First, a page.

Volunteering for Development Work
There are thousands of volunteer opportunities out there, offering you the chance to get involved in whatever your particular passion or geographic preference is. The most famous organization for Americans is the Peace Corps, but there are numerous other organizations and agencies that offer opportunities for committed volunteers.
Most volunteer assignments are just that: volunteer, meaning you won't be drawing a salary. In some cases, though, you may draw a stipend. A stipend is a living allowance to cover basic necessities, so that while you might not be saving any money, you won't be out of pocket either. Some programs will cover airfare and housing. When evaluating whether or not volunteering is feasible for you, consider loan-forgiveness -- many universities have loan-forgiveness programs for graduates who choose to work in the nonprofit sector.
Many volunteer opportunities require you to pay the organization for the opportunity to volunteer. Think seriously about these types of opportunities, especially for "volunteer" programs that are for teaching English. While it is great to have the support these programs offer, you could easily be paid for doing the same work.
Qualifications for Development Careers
Development careers can be extremely competitive, especially for entry-level graduates. Many professionals in the field, especially senior-level ones, are hired laterally from private enterprises and bring strong technical and financial skills to their positions. The more prestigious organizations, such as the IFC (International Finance Corporation), the ADB (Asian Development Bank) or the World Bank, are almost impossible to break into except in very low level, clerical positions. For example, the IFC regularly receives more than 10,000 applicants every year for its two-year Young Professionals program (about 20 are eventually accepted). Being hired by the World Bank out of college requires a degree from a top university as well as excellent connections.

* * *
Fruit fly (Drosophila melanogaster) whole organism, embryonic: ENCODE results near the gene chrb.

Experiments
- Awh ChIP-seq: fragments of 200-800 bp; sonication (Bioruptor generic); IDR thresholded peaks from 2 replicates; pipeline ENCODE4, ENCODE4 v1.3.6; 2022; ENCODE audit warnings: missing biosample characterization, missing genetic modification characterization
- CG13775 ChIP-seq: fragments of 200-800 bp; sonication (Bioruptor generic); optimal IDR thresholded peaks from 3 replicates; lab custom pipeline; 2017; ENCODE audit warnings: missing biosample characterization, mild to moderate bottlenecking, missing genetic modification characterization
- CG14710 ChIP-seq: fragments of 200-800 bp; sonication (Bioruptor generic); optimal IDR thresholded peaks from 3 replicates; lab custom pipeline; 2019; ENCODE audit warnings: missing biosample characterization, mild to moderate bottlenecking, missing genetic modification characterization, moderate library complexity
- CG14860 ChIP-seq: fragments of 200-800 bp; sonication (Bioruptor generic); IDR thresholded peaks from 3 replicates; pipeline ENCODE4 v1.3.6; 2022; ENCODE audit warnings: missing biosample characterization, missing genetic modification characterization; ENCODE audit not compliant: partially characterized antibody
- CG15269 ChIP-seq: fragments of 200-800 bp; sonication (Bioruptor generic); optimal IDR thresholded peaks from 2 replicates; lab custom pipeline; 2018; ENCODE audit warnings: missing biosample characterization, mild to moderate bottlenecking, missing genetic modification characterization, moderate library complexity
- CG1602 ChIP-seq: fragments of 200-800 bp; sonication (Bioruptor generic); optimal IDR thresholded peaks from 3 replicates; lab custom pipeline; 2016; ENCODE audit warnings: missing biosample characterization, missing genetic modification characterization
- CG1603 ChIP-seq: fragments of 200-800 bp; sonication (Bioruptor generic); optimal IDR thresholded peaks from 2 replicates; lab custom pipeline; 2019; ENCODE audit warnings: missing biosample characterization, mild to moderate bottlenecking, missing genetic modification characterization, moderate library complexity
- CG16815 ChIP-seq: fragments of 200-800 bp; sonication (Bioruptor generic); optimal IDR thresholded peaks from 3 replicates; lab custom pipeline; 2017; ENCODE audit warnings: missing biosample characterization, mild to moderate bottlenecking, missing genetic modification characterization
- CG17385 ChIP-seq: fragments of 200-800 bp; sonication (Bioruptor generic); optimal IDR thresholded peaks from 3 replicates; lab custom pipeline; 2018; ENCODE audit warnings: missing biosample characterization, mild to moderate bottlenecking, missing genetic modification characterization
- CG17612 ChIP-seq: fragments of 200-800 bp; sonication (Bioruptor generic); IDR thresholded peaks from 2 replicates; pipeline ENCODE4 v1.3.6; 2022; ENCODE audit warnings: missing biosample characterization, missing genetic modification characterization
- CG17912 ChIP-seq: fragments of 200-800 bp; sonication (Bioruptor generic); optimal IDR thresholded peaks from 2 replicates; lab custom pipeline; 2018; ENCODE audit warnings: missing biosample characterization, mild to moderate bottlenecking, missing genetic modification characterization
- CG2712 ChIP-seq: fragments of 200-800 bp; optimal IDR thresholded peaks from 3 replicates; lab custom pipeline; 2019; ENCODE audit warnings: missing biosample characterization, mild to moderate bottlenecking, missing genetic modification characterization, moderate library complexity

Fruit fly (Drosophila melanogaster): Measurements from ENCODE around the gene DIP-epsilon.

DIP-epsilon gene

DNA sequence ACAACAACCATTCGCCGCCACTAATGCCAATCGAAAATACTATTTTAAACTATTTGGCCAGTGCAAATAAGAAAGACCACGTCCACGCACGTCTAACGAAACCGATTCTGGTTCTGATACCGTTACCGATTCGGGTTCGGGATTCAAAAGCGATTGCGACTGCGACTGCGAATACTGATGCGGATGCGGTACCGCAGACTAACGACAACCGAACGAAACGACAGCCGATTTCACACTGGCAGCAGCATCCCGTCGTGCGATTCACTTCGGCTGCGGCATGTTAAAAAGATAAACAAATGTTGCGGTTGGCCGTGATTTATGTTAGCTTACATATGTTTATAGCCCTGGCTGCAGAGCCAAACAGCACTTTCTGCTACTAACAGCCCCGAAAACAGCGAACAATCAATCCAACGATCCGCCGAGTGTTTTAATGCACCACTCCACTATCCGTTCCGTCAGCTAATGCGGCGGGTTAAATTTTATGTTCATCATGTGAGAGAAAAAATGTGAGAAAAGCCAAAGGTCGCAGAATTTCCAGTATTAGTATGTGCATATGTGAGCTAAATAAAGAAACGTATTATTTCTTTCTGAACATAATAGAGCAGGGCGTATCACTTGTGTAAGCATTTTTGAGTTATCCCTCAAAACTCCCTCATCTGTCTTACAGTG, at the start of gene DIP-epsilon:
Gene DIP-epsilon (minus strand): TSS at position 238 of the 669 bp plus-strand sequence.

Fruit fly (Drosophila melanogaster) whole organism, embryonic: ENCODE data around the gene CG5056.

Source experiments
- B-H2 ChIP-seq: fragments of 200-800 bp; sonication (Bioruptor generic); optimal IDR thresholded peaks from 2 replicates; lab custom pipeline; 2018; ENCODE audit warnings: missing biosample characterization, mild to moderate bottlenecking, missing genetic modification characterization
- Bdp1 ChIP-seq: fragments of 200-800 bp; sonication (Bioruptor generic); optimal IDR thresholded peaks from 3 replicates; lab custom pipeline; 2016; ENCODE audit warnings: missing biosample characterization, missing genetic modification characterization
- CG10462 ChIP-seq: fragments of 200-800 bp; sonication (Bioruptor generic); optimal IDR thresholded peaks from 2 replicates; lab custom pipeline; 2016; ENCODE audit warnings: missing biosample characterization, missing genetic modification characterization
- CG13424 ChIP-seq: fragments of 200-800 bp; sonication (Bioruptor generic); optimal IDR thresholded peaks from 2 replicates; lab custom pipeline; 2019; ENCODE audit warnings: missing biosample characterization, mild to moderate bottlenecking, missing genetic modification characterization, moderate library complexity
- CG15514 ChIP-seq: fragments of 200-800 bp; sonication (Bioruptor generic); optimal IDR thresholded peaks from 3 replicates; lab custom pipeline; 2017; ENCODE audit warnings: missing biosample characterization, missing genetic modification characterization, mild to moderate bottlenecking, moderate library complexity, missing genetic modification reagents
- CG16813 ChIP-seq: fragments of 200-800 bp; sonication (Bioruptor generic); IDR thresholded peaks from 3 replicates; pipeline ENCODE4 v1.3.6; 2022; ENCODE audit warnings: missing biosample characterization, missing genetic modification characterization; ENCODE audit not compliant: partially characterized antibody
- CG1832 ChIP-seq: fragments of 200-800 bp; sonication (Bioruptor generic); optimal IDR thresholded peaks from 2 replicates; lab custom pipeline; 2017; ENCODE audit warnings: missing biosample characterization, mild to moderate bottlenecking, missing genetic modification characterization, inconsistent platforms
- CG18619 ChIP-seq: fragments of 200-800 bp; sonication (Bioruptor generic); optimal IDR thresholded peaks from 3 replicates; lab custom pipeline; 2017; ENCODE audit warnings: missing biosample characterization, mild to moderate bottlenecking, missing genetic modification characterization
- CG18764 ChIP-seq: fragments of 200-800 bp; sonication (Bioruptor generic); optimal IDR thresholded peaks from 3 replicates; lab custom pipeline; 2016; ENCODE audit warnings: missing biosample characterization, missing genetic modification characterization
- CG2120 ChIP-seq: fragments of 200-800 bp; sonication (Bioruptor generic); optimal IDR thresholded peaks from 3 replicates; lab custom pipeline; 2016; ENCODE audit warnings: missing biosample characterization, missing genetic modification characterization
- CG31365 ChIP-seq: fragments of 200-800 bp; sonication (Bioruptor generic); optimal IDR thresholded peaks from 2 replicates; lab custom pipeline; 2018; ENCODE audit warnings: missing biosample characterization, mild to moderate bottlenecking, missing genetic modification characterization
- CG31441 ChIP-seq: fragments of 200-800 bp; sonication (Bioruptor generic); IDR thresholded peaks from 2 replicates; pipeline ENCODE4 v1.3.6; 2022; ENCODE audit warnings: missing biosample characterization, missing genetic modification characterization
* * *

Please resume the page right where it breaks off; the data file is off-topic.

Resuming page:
A notch down from the large international development and aid banks are a large number of NGOs and smaller government affiliates. The emphasis for these organizations, which generally keep very lean administrative costs, is to get as much bang for the buck as possible. They are looking for superior technical skills and individuals who can bring as much as possible to the organization. A commitment to, and passion for, human development is also crucial.
If you are looking to enter development, the easiest entrie is via volunteering. While some programs may be competitive, the selection process for voluntary assignments, not surprisingly, is nowhere near as competitive as for paid positions. The Peace Corps has one of the most rigorous selection processes. It can take up to 12 months after the initial application to be accepted into the program.
What do volunteer agencies look for when they place volunteers? Above all, commitment and stamina. For many volunteer positions, job experience and academic accomplishments are less important than a dedication and a passion for what you are about to do. Remember that even though you may be footing the bill for some of your travel and living expenses with various programs, you still represent an investment for a nonprofit organization. They will want to make sure you don't leave before the end of the agreed upon term.